Get the Most Out of Google Analytics User Permissions

Google Analytics recently rolled out its first major update to its User Permissions features. This may not seem like a big deal if you have already assigned Administrator and User-level access to the people who need it; however there are some new features that could help you in delegating which datasets are visible to which users. Aside from the obvious security benefits of the new settings, you’ll also save yourself many headaches by granting less-experienced users access to exactly what they need.

This update came as a bit of a double-whammy:

1. New User Permission Levels

Since the dawn of time, Google Analytics allowed you to place people with access into one of two camps: Administrators and Users. Administrators had complete control of everything at the Property level (whether you liked it or not) while Users were granted access on a Profile-by-Profile basis. This often proved to be a bit inconvenient for organizations working with multiple agencies and individuals, each having their own preferred Filter and Goal setups. Luckily, Google came up with a solution that involved throwing out the old Administrator and User roles and replacing them with Edit, View, and Manage Users. What’s really neat is that now you can create users that have combined permissions (i.e. a user that can Edit and Manage Users).

New Google Analytics User Permissions

These settings can all be accessed under the User Management section under the Admin section of Google Analytics:

Google Analytics User Management

User Management is available at the Account, Property, and Profile (View) level. The features of each are as follows:

Manage Users: Think of users with this permission as the Dwight Schrute of the Google Analytics users: Assistant to the Regional Administrator (alright, I’ll stop right there. Couldn’t resist!). Users with the Manage User permission level have the ability to add and remove other users as well as delegate permissions. Another extremely useful feature of this permission level is the ability to finally remove your own access.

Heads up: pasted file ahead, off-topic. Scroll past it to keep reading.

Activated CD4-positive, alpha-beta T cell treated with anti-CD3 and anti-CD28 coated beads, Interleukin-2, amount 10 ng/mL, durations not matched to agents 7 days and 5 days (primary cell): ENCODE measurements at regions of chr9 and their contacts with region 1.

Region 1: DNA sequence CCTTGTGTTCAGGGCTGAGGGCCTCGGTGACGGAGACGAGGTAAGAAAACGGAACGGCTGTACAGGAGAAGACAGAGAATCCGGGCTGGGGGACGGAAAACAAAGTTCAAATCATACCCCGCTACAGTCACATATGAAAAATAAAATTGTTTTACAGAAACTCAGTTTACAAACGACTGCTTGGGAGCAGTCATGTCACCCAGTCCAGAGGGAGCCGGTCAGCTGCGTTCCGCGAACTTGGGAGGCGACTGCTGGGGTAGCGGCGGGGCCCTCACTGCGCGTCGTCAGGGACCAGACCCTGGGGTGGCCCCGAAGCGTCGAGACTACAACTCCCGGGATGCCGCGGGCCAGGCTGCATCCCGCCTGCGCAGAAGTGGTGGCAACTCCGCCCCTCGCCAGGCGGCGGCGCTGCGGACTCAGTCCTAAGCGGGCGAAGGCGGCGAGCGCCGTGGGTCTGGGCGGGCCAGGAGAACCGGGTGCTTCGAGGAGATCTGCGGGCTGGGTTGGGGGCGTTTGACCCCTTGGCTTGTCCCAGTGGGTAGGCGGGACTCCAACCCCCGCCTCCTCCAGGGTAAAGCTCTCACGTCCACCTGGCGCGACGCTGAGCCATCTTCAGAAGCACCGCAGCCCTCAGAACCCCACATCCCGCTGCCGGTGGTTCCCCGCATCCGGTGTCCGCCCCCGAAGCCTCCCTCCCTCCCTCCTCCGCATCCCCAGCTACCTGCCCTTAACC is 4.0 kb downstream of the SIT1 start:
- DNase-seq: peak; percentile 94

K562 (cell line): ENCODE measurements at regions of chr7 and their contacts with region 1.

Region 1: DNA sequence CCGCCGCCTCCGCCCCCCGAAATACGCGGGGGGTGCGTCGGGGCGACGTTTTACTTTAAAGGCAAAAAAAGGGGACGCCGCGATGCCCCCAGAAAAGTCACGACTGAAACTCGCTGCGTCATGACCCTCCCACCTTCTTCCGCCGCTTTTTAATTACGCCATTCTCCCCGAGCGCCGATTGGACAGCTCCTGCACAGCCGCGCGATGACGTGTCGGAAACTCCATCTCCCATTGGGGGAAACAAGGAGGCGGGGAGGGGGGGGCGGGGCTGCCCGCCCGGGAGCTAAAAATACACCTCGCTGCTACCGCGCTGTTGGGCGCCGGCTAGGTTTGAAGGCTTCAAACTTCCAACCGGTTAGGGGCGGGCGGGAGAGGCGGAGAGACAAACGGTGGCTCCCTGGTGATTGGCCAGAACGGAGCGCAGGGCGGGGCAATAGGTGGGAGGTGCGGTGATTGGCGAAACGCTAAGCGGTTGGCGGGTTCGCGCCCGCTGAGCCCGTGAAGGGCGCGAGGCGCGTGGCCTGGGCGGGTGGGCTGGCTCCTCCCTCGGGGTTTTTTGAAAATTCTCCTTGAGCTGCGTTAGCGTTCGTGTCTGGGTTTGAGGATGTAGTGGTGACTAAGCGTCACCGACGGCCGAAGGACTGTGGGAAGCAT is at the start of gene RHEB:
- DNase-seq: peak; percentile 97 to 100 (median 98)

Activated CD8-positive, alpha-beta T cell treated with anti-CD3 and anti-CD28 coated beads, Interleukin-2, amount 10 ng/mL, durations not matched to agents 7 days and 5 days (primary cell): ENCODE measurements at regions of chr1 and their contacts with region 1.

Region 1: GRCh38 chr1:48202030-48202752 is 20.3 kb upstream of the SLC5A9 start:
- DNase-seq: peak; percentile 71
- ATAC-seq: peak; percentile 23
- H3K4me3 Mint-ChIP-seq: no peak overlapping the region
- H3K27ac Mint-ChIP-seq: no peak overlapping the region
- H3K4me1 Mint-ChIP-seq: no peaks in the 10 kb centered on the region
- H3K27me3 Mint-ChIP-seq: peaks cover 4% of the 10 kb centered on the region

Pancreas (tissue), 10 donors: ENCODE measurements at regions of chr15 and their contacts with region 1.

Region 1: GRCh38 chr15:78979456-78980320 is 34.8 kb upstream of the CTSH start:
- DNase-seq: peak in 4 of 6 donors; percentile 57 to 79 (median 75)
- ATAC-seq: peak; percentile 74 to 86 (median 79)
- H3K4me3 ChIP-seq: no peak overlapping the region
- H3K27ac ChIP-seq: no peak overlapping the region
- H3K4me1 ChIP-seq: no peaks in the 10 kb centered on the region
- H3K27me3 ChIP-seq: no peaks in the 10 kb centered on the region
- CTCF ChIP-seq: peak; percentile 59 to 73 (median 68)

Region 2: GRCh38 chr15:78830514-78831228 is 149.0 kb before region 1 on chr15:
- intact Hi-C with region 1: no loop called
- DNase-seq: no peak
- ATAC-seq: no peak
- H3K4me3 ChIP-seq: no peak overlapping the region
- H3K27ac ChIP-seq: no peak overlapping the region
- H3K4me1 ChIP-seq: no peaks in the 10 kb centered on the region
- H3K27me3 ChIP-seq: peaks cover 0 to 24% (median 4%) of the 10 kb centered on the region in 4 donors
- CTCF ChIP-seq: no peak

Who should have this permission level?

  • Web Analysts
  • Analytics Agencies
  • IT Personnel (Webmasters)
  • Marketing Managers

Edit: This permission allows the user to view report data as well as make changes. This includes creating/editing/deleting anything from Accounts, Properties, and Profiles (now called Views) to Goals and Filters. The only thing Edit users cannot do out of the box is manage user accounts.

Who should have this permission level?

  • Web Analysts
  • Analytics Agencies
  • IT Administrators
  • Marketing Managers

Collaborate: Users at the Collaborate level are able to create their own assets like dashboards and share with others.

Who should have this permission level?

  • Marketing Personnel
  • Business Analysts
  • Other Agencies

Read & Analyze: This permission only allows the user to do exactly as it name suggests: read and analyze data. They are able to create their own Advanced Segments for analysis. They are not allowed to make any changes to Accounts, Properties, or Profiles (Views) in any way. Wondering where the User account level went? Here it is!

Who should have this permission level?

  • Marketing Personnel
  • Other Business Units
  • Other Agencies
  • Web Developers/Programmers